But for those wanting something more home produced, the eccentric Northern electronic pop of the brilliantly named INTERNATIONAL TEACHERS OF POP continued the artistic lineage of THE HUMAN LEAGUE.
QUIETER THAN SPIDERS finally released their wonderful debut album ‘Signs Of Life’ which was naturally more understated and Denmark had some worthy synthpop representation with SOFTWAVE producing an enjoyably catchy debut long player in ‘Game On’.
On the shadier side of electronic pop, BOY HARSHER achieved a wider breakthrough with their impressive ‘Careful’ long player but as a result, the duo acquired a contemporary hipster element to their fanbase who seemed to lack manners and self-awareness as they romped around gigs without a care for anyone around them. But with tongues-in-cheeks, SPRAY continued to amuse with their witty prankelectro on ‘Failure Is Inevitable’.
Photo by Johnny Jewel
Italians Do It Better kept things in house as CHROMATICS unexpectedly unleashed their first album for six years in ‘Closer To Grey’ and embarked on a world tour.
Main support was DESIRE and accompanied on keyboards by HEAVEN singer Aja, the pair took things literally during their cover version of ‘Bizarre Love Triangle’ with a girl-on-girl kiss in front of head honcho Johnny Jewel.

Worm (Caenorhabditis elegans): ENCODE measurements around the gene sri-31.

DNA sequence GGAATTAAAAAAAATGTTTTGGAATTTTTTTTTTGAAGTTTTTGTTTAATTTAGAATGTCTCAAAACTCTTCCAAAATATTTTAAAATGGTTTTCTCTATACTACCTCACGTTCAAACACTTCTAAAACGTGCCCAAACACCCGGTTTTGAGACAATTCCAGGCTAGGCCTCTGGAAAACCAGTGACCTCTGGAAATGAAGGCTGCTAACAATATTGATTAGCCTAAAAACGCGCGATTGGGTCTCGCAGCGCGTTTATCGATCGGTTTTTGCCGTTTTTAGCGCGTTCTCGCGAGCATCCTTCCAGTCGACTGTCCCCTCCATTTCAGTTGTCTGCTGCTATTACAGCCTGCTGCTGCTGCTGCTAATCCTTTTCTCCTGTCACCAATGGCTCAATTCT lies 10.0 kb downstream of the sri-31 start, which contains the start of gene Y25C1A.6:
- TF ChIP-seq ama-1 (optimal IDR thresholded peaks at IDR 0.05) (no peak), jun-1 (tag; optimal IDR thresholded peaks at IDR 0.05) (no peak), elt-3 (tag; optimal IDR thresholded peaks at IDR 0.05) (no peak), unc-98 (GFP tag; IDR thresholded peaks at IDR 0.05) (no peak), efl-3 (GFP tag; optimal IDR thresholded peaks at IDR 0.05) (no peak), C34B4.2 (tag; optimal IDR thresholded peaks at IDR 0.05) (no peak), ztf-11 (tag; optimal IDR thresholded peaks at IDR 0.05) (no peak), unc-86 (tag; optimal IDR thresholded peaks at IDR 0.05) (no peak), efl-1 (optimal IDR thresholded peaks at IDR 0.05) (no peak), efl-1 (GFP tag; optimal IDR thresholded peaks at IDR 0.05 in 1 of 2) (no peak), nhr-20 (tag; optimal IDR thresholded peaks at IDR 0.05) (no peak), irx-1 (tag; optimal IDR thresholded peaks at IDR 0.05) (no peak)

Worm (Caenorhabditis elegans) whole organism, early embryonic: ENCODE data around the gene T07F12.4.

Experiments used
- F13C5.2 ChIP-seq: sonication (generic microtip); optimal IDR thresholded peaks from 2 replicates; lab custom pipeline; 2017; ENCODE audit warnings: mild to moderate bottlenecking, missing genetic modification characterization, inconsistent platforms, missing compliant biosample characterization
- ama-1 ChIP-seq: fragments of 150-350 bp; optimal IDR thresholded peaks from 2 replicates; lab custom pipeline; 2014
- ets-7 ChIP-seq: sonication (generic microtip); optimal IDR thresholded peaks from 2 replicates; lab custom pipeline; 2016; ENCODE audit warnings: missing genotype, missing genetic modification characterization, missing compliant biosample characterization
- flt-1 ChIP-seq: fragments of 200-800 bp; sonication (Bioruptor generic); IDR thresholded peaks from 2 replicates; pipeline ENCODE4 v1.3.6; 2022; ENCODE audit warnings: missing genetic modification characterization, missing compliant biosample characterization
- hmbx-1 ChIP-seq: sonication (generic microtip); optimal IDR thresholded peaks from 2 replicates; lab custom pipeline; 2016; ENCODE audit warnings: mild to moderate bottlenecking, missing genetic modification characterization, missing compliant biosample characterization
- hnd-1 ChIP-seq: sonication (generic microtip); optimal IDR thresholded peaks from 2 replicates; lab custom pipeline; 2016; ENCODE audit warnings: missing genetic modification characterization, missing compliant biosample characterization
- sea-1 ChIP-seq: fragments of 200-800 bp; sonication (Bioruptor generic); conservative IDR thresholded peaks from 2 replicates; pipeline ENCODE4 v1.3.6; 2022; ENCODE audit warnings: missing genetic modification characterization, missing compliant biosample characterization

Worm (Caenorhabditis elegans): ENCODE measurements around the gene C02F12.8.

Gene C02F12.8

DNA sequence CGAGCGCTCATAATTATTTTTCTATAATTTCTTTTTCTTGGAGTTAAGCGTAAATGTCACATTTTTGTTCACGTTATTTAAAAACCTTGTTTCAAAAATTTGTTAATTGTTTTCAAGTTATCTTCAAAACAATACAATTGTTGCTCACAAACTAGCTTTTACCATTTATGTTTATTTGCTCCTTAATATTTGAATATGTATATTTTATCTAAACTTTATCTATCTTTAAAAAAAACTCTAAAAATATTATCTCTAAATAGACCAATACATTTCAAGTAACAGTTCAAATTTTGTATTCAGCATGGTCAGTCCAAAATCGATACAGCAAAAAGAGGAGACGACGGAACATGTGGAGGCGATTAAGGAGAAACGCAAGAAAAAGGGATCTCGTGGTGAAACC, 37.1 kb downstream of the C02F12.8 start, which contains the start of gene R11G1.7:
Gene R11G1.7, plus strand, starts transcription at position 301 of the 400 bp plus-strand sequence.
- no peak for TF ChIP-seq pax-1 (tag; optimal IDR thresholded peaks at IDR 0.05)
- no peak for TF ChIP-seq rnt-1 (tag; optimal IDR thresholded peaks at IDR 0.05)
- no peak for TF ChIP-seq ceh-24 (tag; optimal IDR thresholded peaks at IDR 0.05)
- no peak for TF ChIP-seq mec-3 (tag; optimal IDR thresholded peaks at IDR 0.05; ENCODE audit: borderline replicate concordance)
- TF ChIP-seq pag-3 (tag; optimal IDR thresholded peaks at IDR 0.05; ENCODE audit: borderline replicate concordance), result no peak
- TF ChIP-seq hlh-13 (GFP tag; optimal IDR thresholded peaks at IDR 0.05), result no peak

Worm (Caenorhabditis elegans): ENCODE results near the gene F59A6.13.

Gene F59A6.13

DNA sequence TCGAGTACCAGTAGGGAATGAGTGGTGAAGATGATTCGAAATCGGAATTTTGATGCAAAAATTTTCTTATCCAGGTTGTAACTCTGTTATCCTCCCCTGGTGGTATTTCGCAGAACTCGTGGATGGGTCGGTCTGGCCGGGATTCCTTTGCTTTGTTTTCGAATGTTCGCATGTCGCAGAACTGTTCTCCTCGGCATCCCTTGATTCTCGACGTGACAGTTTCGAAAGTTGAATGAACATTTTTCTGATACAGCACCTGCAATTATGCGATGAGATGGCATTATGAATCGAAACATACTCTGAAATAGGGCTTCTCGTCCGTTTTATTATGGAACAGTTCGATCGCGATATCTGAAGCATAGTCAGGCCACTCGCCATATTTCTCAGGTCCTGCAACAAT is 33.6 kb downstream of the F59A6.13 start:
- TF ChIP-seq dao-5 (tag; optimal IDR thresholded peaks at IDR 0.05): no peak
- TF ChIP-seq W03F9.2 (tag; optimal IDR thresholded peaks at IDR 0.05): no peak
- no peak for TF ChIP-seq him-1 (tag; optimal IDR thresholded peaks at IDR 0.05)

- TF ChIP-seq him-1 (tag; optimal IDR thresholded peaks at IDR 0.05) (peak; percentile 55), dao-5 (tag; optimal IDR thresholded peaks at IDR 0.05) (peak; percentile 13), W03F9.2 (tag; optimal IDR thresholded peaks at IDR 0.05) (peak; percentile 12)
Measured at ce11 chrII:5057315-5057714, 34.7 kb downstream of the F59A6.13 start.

Other ITIB acts on the tour dependent on territory included DOUBLE MIXTE, IN MIRRORS and KRAKÓW LOVES ADANA. But the best work to appear from the stable came from JORJA CHALMERS who became ‘Human Again’.
Touring in Europe with OMD and MIDGE URE, TINY MAGNETIC PETS unleashed two EPs ‘The Politburo Disko’ and ‘Girl In A White Dress’ as fellow Dubliner CIRCUIT3 got political and discussed ‘The Price Of Nothing & The Value Of Everything’.
The King of Glum Rock LLOYD COLE surprised all with an electronic pop album called ‘Guesswork’ just as PET SHOP BOYS set an ‘Agenda’. HOWARD JONES released his most synthy work for years in ‘Transform’ and while CHINA CRISIS acted as his well-received support on the UK leg of his 35th Anniversary tour, their front man GARY DALY ventured solo with ‘Gone From Here’.